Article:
But this report was looking at something far more sinister than phone-tapping: it was considering whether News International and the Metropolitan Police were complicit in actual murder.
Now what on earth could cause Patel – who has read the report – and who is part of a Government for whom Murdoch and News International are established cheerleaders – to react in such a way?
There’s also the small matter of the investigation into corruption and cronyism with the award of billions of pounds of contracts to companies with no experience or means to produce PPE items, which is going to happen, but not for another year, and even then Johnson will have the final say as to whether the findings should be made public or not.
It’s depressing, isn’t it? The way this Government is lining the pockets of their BFFs (and probably their own – there has to be something in it for them, right?) and yet certain pockets of our society see that and think: “Boris is funny and has funny hair. I’ll vote for his lot again”.
So perhaps we need a moment of levity, and thank the Lord, here to provide it is none other than oily snakeskin and pipedream salesman Nigel Farage.
For it emerged this week that good old honest pint drinking and self-proclaimed Fisherman’s Friend Nigel is currently touring America, giving talks to theatres he expected to be packed with Trump devotees, about how he is “Mr Brexit” – not exactly what I’d call him, to be honest – and how successful a politician he is *coughs*. It’s a self-congratulatory lap of honour of a slippery conman. Presumably his teleprompter at the speeches doesn’t scroll on as far as to mention the seven times he stood for election as an MP and was defeated, and definitely not far enough to reveal that on one of those occasions he was beaten by a man dressed as a dolphin.
And, thanks in no small part to national treasure and lead singer of The Charlatans Tim Burgess, the first night of Farage’s tour was a sell out. The problem was, that only 21 people actually turned up; it later transpired that of those, 6 were part of Farage’s group, and one was Farage himself, who had to deliver his speech to an auditorium designed for 3000 people but which actually contained just 14 people.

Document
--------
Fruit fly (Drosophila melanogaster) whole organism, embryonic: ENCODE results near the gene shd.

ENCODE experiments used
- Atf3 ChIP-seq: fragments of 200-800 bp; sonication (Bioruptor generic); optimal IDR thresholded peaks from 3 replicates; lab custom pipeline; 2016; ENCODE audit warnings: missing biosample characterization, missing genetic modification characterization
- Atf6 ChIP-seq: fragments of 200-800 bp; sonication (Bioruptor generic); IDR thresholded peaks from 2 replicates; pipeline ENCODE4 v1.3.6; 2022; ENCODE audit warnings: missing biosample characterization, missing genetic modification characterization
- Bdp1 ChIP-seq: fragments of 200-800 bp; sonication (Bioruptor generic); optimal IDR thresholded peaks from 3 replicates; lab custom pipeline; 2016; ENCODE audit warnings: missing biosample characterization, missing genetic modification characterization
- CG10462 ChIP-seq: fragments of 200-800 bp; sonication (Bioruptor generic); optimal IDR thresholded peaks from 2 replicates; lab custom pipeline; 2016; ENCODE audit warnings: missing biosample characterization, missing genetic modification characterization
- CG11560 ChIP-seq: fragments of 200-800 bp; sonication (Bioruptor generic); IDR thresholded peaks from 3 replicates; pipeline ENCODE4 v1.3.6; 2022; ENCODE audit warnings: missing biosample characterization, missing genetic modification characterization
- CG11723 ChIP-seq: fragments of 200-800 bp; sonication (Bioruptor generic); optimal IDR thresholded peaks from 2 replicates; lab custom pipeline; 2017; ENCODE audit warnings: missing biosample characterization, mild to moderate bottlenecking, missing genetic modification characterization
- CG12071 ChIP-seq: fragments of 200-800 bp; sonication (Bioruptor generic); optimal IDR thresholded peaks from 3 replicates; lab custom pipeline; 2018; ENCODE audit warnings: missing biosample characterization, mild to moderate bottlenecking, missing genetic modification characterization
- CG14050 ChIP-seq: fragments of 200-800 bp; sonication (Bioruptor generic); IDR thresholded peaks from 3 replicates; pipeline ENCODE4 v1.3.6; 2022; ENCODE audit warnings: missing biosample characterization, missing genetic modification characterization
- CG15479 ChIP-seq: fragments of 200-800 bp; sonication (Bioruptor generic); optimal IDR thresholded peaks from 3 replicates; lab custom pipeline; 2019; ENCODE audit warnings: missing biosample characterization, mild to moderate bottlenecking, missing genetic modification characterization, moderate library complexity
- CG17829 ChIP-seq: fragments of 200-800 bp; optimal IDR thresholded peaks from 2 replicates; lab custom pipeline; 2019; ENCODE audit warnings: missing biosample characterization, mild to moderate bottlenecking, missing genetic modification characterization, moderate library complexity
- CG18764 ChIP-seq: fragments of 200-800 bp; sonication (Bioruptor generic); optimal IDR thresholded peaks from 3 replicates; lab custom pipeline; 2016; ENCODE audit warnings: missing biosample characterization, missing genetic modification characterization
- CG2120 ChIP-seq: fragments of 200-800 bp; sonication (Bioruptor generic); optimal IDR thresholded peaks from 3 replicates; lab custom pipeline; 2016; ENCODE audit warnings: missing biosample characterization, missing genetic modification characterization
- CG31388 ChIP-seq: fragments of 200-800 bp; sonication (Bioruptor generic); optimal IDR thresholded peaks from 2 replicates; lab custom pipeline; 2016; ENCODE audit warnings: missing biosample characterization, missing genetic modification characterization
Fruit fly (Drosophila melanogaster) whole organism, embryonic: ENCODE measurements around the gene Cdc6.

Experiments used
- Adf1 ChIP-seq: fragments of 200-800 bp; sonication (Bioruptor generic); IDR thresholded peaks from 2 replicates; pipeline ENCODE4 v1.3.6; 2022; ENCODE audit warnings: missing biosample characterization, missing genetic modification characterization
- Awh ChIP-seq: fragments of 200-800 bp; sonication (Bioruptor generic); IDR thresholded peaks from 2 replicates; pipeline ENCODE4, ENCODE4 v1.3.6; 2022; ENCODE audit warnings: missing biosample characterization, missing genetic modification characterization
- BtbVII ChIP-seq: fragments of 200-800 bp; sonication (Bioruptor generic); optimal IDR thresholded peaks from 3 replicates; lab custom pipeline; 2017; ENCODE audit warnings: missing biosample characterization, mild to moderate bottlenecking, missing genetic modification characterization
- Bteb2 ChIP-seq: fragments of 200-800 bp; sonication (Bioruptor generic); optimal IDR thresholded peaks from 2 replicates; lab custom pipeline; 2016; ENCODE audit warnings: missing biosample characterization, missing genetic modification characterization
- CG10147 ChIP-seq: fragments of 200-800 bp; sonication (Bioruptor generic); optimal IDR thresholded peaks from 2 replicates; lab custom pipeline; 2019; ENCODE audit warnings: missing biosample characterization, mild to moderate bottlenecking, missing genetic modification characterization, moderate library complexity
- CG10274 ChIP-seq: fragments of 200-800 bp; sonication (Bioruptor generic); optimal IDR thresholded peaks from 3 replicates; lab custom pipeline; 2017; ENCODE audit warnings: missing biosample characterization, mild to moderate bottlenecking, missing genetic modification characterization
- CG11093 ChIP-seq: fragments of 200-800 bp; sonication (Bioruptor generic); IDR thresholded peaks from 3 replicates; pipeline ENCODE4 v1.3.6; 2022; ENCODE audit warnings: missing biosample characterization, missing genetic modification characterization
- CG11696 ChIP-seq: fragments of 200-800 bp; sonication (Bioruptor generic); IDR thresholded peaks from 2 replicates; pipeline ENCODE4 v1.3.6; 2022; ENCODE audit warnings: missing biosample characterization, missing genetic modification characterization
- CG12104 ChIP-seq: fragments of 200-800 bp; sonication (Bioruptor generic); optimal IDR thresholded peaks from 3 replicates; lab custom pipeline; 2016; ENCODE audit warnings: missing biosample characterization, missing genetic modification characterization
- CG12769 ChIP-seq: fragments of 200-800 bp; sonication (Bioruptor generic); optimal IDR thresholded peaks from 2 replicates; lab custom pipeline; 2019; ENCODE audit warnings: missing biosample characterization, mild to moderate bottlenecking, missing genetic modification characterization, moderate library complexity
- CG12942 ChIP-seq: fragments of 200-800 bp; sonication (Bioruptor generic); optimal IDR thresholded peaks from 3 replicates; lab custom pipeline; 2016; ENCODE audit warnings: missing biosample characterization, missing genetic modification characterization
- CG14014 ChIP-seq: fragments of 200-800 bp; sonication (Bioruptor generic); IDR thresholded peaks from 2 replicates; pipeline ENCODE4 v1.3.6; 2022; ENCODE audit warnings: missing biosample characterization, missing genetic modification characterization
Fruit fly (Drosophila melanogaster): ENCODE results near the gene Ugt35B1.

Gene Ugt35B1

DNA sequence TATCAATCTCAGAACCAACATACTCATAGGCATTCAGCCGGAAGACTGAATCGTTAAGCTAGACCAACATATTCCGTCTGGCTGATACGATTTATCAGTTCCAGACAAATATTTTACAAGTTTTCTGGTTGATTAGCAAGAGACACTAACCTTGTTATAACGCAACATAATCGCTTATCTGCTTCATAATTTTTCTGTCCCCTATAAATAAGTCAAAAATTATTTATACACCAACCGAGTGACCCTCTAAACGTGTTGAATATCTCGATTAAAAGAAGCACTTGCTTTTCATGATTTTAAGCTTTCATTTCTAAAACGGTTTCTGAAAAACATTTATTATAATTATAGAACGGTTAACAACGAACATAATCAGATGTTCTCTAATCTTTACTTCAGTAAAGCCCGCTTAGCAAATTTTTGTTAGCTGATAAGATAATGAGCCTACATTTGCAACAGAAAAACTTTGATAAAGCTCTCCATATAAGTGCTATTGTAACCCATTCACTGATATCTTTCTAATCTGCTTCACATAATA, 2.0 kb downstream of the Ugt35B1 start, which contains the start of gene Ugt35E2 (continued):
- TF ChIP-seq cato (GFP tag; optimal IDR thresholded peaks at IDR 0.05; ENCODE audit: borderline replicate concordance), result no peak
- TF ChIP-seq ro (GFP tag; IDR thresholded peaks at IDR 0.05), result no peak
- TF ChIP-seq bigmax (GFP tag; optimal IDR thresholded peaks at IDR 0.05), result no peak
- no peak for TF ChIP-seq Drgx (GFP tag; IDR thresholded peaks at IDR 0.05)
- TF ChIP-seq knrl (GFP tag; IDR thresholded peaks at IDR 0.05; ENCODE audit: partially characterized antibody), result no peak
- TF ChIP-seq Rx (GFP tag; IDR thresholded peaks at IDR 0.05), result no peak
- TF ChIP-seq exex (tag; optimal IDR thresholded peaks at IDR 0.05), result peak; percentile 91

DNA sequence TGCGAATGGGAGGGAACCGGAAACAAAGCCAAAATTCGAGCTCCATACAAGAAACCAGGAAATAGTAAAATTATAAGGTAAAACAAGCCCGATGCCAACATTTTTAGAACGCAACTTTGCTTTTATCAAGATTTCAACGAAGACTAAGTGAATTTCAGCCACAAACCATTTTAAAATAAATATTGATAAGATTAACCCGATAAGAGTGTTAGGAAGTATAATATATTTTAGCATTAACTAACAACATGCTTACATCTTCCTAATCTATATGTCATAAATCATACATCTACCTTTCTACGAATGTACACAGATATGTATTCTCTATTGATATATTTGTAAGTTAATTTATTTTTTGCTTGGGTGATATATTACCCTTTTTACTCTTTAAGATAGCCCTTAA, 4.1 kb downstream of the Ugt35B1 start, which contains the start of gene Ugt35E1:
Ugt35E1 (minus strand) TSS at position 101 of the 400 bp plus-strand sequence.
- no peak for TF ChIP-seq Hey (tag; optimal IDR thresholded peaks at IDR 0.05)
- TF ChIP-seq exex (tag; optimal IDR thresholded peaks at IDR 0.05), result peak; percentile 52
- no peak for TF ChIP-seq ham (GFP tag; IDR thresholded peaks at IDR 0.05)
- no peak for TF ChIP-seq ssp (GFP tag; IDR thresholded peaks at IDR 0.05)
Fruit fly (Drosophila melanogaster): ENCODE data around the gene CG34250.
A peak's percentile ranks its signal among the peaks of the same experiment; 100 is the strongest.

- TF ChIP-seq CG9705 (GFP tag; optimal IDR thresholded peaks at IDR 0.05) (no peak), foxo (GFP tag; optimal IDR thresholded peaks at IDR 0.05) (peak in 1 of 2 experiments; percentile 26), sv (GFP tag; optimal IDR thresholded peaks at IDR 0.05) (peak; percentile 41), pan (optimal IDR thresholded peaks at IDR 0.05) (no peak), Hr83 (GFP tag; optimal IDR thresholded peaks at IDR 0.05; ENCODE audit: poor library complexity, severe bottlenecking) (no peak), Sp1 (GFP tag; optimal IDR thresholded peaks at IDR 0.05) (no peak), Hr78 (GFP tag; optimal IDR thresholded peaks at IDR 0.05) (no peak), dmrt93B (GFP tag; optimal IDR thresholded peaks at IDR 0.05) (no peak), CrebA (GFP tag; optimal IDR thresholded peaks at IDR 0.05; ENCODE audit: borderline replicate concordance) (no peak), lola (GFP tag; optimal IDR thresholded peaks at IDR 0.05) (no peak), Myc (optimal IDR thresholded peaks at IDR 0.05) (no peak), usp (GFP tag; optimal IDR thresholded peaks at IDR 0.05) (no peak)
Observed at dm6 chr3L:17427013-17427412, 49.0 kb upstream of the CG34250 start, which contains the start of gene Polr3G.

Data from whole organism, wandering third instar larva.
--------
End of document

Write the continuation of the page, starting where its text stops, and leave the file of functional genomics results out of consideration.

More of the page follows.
See, for once, Farage wasn’t looking to make money from the actual tickets – doubtless there was some merch available though: a pipe, a beer tankard with a frog’s face on it, a burning cross, you know the sort of thing – for he had made tickets free.
*What happened in Hartlepool was this: Labour lost their seat for the first time since it was created. General consensus though, obtained via vox pops and exit polls, was that the good people of Hartlepool voted Conservative because they wanted change, seemingly oblivious to the fact that the very people they were voting in to bring change, just happened to be the same people who have been in power for the past eleven years. No wonder they hung that monkey.
Just one week off, please, one week where nothing happens to get my goat, one week where I can post something nice and positive of a Saturday morning. That’s all I ask.
But no. Here I am, banging on yet again about the latest injustice and trying desperately to justify it by tagging a tune or two on at the end.
We’ll get on to the biggie soon enough, but let’s start with some good news for a change.
This week, taxi/private hire company Uber finally gave in to a recent Supreme Court ruling that their drivers were not, as Uber had previously contested, self-employed but were employees, and as such entitled to the normal “perks” other employees were entitled to: a minimum hourly wage, sick pay, pensions.
It comes to something when it takes a Supreme Court ruling before companies will give their workers what they are entitled to, and is indicative of how some companies will try and bend the rules, squirm through as many loop-holes as possible, to try to exploit their staff and maximise their own profits. (Take) That’s Capitalism, folks!